|The reproductive conidia of Venturia inaequalis erupting through the cuticle of a crabapple leaf. From the Wikipedia article “Apple Scab,” https://en.wikipedia.org/wiki/Apple_scab.|
By C. J. Walke
As organic farmers and gardeners, we understand the importance of a biologically active soil, where beneficial microbes thrive in the rich organic matter and humus layer, converting mineral nutrients into forms that plant roots can use. Research shows that a handful of healthy soil contains more microorganisms than there are people on the planet. We depend on these microbes and trust in their microscopic activity, but the soil is not the only place where microbes colonize and help nurture our crops, and ourselves.
Healthy plants are typically colonized by numerous microbes (bacteria, fungi, yeasts, algae) that exist in the aerial habitat where the plant meets the sky, and this zone, termed the phyllosphere, is being studied increasingly as research discovers more activity than previously known. Over the past decade, closer examination and study of the phyllosphere has identified new species of bacteria and fungi, demonstrating that this ecosystem is far more complex than previously thought. The majority of this research has focused on the leaf surface, and this is where farmers and gardeners can cultivate these beneficial aerial microbes.
The surface of a leaf is similar to any plot of land or other area with limited space for inhabitants to exist or activities to occur. Only so much can happen in a limited space, especially in nature. When a new apple scab ascospore is discharged from its pseudothecium (fruiting body) home during apple bloom on a rainy day in May, it is seeking residence on the fresh young leaf tissue of the apple tree so that it can penetrate a cell of that leaf, access plant nutrients and initiate a primary scab infection in the tree. But it needs a place to land, and this is where competitive colonization comes into play.
That scab spore “wants” to land on the surface of a leaf, but we now know that numerous other organisms, such as bacteria, filamentous fungi, yeasts and algae, are or could be there already, taking up residence and leaving little space for the young scab ascospore to land. Here’s the interface where organic farmers and gardeners can influence the scene and boost microbial activity in the phyllosphere by adding new beneficial microbes, as well as food sources for these microbes to thrive. “Effective microbes” are naturally occurring organisms that can be used as a probiotic inoculant to increase species diversity in the phyllosphere and promote ecosystem health.
Effective microbe cultures contain three main groups of organisms – photosynthetic bacteria, lactic acid bacteria and yeasts. Photosynthetic bacteria use sunlight to produce sugars, used in amino acids and nucleic acids, all of which feed other microorganisms and promote plant growth. Lactic acid bacteria, which we all know from our sauerkraut and pickles, can suppress pathogenic microorganisms while also helping to decompose lignin and cellulose beneath trees. Yeasts feed on sugars and amino acids produced by the photosynthetic bacteria to synthesize antimicrobial substances. All together these effective microbes live and feed off of one another to create an active ecosystem in the microscopic phyllosphere. They are available from suppliers such as Fedco Seeds, which offers a product called EM-1 and describes its various uses at www.fedcoseeds.com/ogs.htm?item=8443&cat=Probiotics.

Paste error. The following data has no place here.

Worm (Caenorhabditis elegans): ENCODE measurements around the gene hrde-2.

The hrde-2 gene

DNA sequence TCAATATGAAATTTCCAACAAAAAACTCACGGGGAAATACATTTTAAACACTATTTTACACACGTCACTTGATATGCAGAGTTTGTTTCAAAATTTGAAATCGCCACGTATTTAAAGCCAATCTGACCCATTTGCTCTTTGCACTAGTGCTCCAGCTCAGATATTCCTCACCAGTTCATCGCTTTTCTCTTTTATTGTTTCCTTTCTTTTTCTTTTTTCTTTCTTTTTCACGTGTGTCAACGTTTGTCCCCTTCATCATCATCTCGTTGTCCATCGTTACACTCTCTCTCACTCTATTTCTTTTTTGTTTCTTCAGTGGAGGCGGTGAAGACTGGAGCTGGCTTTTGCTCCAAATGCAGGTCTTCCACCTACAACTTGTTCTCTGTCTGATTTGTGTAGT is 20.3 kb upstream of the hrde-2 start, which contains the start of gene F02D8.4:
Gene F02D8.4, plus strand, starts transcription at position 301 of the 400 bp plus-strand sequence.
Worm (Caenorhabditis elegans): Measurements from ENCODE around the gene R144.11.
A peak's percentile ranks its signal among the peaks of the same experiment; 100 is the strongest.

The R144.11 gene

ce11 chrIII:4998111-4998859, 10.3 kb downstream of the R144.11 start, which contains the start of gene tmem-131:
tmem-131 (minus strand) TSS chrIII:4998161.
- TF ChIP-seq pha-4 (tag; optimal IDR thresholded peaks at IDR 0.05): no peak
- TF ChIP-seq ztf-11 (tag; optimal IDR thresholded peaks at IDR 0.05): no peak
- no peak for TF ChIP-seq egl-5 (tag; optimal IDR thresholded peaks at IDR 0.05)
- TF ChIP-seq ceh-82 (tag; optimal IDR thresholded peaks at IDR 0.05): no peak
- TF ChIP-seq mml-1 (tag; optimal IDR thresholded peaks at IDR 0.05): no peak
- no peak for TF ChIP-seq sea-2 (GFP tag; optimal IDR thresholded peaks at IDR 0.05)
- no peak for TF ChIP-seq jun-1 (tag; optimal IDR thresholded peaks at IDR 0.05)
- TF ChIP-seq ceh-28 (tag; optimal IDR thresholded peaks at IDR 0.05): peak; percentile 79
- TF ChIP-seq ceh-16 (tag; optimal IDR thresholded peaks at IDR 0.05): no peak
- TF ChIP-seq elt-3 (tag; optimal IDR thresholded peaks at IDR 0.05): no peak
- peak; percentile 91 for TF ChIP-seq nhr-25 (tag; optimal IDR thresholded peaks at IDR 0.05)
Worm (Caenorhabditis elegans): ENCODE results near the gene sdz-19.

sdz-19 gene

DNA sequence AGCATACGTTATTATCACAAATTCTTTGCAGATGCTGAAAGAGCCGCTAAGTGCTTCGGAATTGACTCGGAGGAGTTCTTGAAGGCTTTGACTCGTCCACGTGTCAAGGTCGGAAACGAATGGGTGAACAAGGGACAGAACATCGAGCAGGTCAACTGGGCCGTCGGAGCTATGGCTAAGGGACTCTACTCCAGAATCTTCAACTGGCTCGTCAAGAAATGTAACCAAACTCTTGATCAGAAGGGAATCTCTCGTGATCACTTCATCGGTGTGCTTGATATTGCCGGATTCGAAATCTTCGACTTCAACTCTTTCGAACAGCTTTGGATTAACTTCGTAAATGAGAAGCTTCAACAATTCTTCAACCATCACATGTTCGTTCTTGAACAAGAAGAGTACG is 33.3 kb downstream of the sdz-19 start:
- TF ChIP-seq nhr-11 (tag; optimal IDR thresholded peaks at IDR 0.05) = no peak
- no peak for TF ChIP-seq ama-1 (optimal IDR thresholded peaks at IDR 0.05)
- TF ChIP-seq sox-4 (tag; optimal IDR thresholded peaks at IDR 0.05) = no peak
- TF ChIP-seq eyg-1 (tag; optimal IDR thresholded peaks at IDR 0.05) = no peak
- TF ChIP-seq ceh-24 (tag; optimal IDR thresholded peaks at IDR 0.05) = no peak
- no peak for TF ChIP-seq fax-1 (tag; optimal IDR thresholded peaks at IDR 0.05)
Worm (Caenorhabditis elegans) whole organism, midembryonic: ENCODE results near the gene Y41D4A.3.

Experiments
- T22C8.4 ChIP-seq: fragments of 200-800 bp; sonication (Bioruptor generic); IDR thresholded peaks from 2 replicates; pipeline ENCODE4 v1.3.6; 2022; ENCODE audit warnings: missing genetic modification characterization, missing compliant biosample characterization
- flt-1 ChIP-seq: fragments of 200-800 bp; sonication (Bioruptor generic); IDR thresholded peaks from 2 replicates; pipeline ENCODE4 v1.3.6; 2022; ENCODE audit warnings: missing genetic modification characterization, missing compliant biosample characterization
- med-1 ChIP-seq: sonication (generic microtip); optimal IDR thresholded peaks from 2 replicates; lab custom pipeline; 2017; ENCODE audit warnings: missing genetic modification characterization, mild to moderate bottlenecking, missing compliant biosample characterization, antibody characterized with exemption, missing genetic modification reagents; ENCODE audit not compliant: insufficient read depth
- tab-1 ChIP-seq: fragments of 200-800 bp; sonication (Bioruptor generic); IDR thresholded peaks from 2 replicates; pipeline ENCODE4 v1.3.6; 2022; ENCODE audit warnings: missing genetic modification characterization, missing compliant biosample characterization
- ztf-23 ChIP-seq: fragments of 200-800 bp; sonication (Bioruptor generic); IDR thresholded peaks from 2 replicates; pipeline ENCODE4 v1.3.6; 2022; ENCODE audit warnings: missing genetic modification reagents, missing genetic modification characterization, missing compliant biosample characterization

The application of effective microbes in the orchard begins in early spring, while the earth is just waking up and tree buds are starting to show a little green. Northern New Hampshire grower Michael Phillips has developed a schedule of four spring sprays that use effective microbes and other whole plant nutrient materials to boost orchard biology, and the timing straddles the primary infection period for apple scab. Timing is key, since we are trying to get these beneficial microbes established in the phyllosphere before pathogenic organisms awake and catch a ride on the wind.
The schedule starts at quarter-inch green, the time to apply microbes as the new plant tissue emerges. A second application occurs at early pink as blossoms are swelling but not yet open. The third is at petal fall, when insect pests are on the rise and other strategies may be integrated, and the fourth is at first cover, seven to 10 days after the petal fall application. The leaf surface is a rather hostile place for microbes due to fluctuating temperatures and moisture levels, so populations can ebb and flow, making these more frequent applications necessary to establish strong competitive colonization in the phyllosphere.
As summer rolls on, applications can be slowed to a monthly timing and may be integrated with other nutrient applications in the orchard. Effective microbes can also be beneficial into fall and after harvest, when they can colonize bud scales and tissues where overwintering diseases such as peach leaf curl may try to settle and wait for the first green of spring. The cycle starts again come spring, and we continue to work to keep pests at bay by outcompeting the pathogens rather than trying to obliterate them with materials that are often not friendly to the beneficial organisms in the orchard, both on the orchard floor and in the phyllosphere.
C. J. Walke is MOFGA’s organic orchardist and librarian. You can address your orcharding questions to him at 568-4142 or [email protected].